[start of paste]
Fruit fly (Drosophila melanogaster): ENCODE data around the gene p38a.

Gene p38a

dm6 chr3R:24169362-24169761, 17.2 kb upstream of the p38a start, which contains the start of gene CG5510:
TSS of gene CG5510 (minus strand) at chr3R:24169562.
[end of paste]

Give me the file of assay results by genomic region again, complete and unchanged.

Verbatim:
Fruit fly (Drosophila melanogaster): ENCODE data around the gene p38a.

Gene p38a

dm6 chr3R:24169362-24169761, 17.2 kb upstream of the p38a start, which contains the start of gene CG5510:
TSS of gene CG5510 (minus strand) at chr3R:24169562.